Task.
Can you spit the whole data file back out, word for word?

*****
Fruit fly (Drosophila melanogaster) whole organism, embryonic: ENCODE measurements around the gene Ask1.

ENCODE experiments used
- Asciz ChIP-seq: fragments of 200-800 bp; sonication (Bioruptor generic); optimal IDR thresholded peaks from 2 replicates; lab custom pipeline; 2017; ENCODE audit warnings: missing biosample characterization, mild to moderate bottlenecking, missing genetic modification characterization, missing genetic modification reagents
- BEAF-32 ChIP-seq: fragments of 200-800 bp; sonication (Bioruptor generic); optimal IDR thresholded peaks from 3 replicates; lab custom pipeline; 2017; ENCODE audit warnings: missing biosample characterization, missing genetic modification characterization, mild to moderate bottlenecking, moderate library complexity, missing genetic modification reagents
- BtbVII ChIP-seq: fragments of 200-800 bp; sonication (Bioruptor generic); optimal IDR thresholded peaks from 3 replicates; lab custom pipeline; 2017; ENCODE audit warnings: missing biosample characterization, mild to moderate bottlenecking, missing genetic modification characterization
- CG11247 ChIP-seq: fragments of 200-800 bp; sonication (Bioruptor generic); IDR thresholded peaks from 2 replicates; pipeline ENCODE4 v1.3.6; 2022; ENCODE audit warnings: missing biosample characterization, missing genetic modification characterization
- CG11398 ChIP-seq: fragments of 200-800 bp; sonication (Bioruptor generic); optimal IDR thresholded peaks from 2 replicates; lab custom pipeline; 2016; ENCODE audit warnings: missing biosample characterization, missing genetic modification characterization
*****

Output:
Fruit fly (Drosophila melanogaster) whole organism, embryonic: ENCODE measurements around the gene Ask1.

ENCODE experiments used
- Asciz ChIP-seq: fragments of 200-800 bp; sonication (Bioruptor generic); optimal IDR thresholded peaks from 2 replicates; lab custom pipeline; 2017; ENCODE audit warnings: missing biosample characterization, mild to moderate bottlenecking, missing genetic modification characterization, missing genetic modification reagents
- BEAF-32 ChIP-seq: fragments of 200-800 bp; sonication (Bioruptor generic); optimal IDR thresholded peaks from 3 replicates; lab custom pipeline; 2017; ENCODE audit warnings: missing biosample characterization, missing genetic modification characterization, mild to moderate bottlenecking, moderate library complexity, missing genetic modification reagents
- BtbVII ChIP-seq: fragments of 200-800 bp; sonication (Bioruptor generic); optimal IDR thresholded peaks from 3 replicates; lab custom pipeline; 2017; ENCODE audit warnings: missing biosample characterization, mild to moderate bottlenecking, missing genetic modification characterization
- CG11247 ChIP-seq: fragments of 200-800 bp; sonication (Bioruptor generic); IDR thresholded peaks from 2 replicates; pipeline ENCODE4 v1.3.6; 2022; ENCODE audit warnings: missing biosample characterization, missing genetic modification characterization
- CG11398 ChIP-seq: fragments of 200-800 bp; sonication (Bioruptor generic); optimal IDR thresholded peaks from 2 replicates; lab custom pipeline; 2016; ENCODE audit warnings: missing biosample characterization, missing genetic modification characterization